Where's PBS's Gavel-to-Gavel Coverage?
by L. Brent Bozell III
July 24, 1997
"If PBS won't do it, who will?" The words from a $2 million advertising campaign echoed endlessly across 300 PBS affiliates in the wake of Newt Gingrich's unfulfilled pledge to privatize public broadcasting in 1995. (This probably doesn't mean anything in this corrupt city, but it was illegal for PBS to use taxpayer funds for that.) Two years later, the slogan has been exposed as a cruel hoax. Where on earth is PBS gavel-to-gavel coverage as the Senate investigates definite illegal fundraising, probable espionage, and possible treason in the belly of the Clinton-Gore campaign?
No major broadcast network has been inspired to air the hearings as a public service, leaving the field to feisty fledgling cable operations like Fox News Channel and National Empowerment Television, who have a fraction of the reach of PBS. Oh, how this mighty empire has forgotten its historical legacy - or has it? Do they serve the American people - or the liberal power elite that put them in place?
Laurence Jarvik notes in his book "PBS: Behind the Screen" how PBS used live coverage of the Watergate hearings - complete with repeats in prime time - to build PBS's reputation in the early years, and stick it to their enemies. Jim Lehrer wrote: "As programming, the Watergate broadcasts were a terrific hit with the audience and the stations and established once and for all that real public affairs programming has a permanent place on public broadcasting." Lehrer added vengefully: "As justice, it was pure delicious. We were being bailed out by the sins of a president who was trying to do us in. He and his minions were so distracted by the crumbling of his presidency that the plan to crumble us was abandoned and forgotten."
PBS also cleared the decks to air much of the Iran-Contra hearings, and the NPR-prodded kangaroo court known as the Hill-Thomas hearings. Washington station WETA even provided a live feed of confirmation hearings for Clinton Surgeon General nominee Henry Foster.
So why the blackout now? The public broadcasting newspaper Current reported: "PBS's traditional method of covering major hearings - gavel to gavel - appeared 'unmanageable' earlier this year when Sen. Fred Thompson? predicted that the hearings would run for a year, said [PBS "Democracy Project" boss Ellen] Hume. Stations' daytime schedles are largely devoted to children's programs - so much so that only 4-6 percent of stations carried the 1995 Whitewater and Waco hearings." And WETA cut off its coverage of those hearings right in the middle, despite its press-release claims of a "history of live, uninterrupted coverage of Congressional hearings." WETA spokesman Pat Lute wouldn't explain why, simply repeating the mantra: "We made an editorial decision."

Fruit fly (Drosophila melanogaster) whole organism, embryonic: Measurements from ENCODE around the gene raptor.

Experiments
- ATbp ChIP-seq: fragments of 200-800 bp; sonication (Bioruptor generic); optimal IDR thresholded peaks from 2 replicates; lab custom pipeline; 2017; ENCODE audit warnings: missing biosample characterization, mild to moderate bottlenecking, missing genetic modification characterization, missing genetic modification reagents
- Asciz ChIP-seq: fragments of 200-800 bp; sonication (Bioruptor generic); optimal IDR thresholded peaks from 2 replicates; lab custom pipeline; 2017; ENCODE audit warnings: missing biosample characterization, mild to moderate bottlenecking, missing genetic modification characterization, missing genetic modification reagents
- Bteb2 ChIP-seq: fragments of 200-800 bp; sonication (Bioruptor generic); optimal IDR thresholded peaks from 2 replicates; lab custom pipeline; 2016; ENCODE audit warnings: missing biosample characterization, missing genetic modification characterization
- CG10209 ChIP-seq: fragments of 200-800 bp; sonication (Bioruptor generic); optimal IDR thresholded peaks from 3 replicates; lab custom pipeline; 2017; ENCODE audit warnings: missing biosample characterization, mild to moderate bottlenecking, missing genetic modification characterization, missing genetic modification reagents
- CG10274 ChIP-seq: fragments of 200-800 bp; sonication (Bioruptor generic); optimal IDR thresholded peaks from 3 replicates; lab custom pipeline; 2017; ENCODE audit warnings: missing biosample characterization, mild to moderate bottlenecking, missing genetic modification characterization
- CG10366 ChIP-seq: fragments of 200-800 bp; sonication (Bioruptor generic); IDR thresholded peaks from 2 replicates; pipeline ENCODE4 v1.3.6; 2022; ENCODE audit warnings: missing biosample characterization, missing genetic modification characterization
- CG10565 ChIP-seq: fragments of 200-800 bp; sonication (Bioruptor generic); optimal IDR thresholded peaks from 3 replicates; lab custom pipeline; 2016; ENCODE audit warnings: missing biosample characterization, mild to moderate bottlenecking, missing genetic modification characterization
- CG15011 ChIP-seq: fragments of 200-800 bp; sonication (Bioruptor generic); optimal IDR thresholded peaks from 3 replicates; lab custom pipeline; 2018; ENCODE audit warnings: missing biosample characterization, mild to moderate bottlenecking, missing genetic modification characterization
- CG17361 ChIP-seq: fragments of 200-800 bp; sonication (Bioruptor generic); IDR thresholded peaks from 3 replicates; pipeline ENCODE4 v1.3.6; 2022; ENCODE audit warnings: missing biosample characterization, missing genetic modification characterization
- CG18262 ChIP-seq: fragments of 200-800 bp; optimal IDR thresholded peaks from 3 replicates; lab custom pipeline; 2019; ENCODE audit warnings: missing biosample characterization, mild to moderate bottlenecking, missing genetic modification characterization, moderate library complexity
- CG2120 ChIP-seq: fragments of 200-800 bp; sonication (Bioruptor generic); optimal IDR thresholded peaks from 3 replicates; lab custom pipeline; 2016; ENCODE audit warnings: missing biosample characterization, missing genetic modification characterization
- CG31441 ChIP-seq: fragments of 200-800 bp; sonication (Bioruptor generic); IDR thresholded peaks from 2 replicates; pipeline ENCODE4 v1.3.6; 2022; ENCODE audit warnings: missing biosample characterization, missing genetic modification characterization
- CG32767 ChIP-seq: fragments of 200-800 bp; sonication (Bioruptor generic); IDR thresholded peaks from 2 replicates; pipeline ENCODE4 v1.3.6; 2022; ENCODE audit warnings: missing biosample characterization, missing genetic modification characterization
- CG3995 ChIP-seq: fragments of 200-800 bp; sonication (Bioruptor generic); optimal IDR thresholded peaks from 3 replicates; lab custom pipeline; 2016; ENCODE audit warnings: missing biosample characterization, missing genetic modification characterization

As a fig leaf to cover its failure to add historical balance to its Republican President-bashing marathons, Hume quickly green-lighted a 24-part series titled "Follow the Money," dragged on the air so quickly it's not aired in many major markets, or buried in dreary weekend time slots. Executive Producer Andrew Walworth told Current: "We've got to get people into the tent, we've got to engage them in a story that I think is bigger than just the hearings."
Translation: we plan to campaign for government-funded elections, and claim the problem emerging from the hearings is the system, not the Democrats who did an illegal end run around it. That's precisely what I was told by an attendee of a recent PBS programmers' meeting in Dallas, where Hume unveiled the "Follow the Money" mission.
And that's exactly what they're doing. In the second episode, Time reporter Viveca Novak (who came from the liberal lobby Common Cause's magazine) previewed with anticipation former RNC Chairman Haley Barbour's testimony: It will lay out there the fact that both parties have this problem. Perhaps what we'll end up with is a very good case that both parties were scrambling for money, both of them went overseas, and the system lends itself to these kind of abuses, and maybe it really does need to be reformed."
Defiance is PBS's modus operandi these days. It skips out on fundraising scandal hearings, replacing it with propaganda advancing a liberal legislative agenda. It refuses to participate in a television ratings system, family-friendliness and the will of the taxpaying public be damned. They do it because they have absolutely no fear of the principle-challenged GOP.
In 1995, with an insincerity matching PBS's claims to serve the public interest, Rep. John Edward Porter promised PBS privatization advocates he would put the Corporation for Public Broadcasting on a "glide path" to zero - not a typical liberal glide upward with no questions asked. Now the hopelessly squishy Porter has announced House appropriators will grant an increase in the CPB's annual budget, from $250 million to $300 million, a clear betrayal of the Republicans' promise to bring this runaway, cash-rich dinosaur under control.